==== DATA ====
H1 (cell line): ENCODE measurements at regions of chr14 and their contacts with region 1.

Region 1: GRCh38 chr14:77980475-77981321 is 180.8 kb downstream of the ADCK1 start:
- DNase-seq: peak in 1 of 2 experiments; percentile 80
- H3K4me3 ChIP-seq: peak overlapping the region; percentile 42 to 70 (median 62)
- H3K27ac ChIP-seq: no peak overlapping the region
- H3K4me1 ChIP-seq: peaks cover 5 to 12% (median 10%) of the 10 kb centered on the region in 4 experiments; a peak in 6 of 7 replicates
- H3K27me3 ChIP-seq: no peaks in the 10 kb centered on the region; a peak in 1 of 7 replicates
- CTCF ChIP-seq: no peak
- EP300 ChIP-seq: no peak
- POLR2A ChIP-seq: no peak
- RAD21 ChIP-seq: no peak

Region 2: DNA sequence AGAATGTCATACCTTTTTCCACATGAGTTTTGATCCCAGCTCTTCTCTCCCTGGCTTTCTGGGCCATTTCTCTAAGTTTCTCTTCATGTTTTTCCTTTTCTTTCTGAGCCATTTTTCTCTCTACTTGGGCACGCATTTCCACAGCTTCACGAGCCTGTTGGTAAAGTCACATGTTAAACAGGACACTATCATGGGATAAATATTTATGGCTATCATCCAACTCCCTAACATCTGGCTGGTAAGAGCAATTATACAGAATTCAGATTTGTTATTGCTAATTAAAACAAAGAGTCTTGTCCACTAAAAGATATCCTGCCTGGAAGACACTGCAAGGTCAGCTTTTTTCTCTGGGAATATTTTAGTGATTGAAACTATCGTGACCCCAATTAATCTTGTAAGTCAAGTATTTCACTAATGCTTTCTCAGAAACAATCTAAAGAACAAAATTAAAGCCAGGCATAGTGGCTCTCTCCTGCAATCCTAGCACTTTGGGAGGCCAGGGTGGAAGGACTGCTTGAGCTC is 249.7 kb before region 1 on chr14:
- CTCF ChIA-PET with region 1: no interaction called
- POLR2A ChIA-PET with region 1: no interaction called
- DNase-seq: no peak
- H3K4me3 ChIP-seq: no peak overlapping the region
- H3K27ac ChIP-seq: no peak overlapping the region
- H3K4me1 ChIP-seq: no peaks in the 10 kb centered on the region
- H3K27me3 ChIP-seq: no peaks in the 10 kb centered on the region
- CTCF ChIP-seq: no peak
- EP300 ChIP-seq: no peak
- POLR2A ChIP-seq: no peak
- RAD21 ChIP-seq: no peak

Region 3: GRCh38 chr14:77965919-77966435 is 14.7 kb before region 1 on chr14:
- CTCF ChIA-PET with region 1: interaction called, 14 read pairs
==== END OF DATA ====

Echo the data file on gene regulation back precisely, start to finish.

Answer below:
H1 (cell line): ENCODE measurements at regions of chr14 and their contacts with region 1.

Region 1: GRCh38 chr14:77980475-77981321 is 180.8 kb downstream of the ADCK1 start:
- DNase-seq: peak in 1 of 2 experiments; percentile 80
- H3K4me3 ChIP-seq: peak overlapping the region; percentile 42 to 70 (median 62)
- H3K27ac ChIP-seq: no peak overlapping the region
- H3K4me1 ChIP-seq: peaks cover 5 to 12% (median 10%) of the 10 kb centered on the region in 4 experiments; a peak in 6 of 7 replicates
- H3K27me3 ChIP-seq: no peaks in the 10 kb centered on the region; a peak in 1 of 7 replicates
- CTCF ChIP-seq: no peak
- EP300 ChIP-seq: no peak
- POLR2A ChIP-seq: no peak
- RAD21 ChIP-seq: no peak

Region 2: DNA sequence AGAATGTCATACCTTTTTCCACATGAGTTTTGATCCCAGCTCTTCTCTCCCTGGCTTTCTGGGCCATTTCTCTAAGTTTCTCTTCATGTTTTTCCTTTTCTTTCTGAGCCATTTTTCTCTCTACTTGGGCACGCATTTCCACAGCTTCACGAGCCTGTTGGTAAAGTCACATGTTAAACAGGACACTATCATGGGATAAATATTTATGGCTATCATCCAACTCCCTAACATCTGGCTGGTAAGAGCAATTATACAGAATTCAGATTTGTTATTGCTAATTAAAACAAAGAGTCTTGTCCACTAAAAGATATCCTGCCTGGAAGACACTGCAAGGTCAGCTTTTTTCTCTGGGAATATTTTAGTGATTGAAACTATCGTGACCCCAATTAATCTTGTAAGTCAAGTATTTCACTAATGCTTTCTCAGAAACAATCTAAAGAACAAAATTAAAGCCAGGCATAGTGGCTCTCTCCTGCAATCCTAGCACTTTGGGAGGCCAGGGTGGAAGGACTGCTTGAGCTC is 249.7 kb before region 1 on chr14:
- CTCF ChIA-PET with region 1: no interaction called
- POLR2A ChIA-PET with region 1: no interaction called
- DNase-seq: no peak
- H3K4me3 ChIP-seq: no peak overlapping the region
- H3K27ac ChIP-seq: no peak overlapping the region
- H3K4me1 ChIP-seq: no peaks in the 10 kb centered on the region
- H3K27me3 ChIP-seq: no peaks in the 10 kb centered on the region
- CTCF ChIP-seq: no peak
- EP300 ChIP-seq: no peak
- POLR2A ChIP-seq: no peak
- RAD21 ChIP-seq: no peak

Region 3: GRCh38 chr14:77965919-77966435 is 14.7 kb before region 1 on chr14:
- CTCF ChIA-PET with region 1: interaction called, 14 read pairs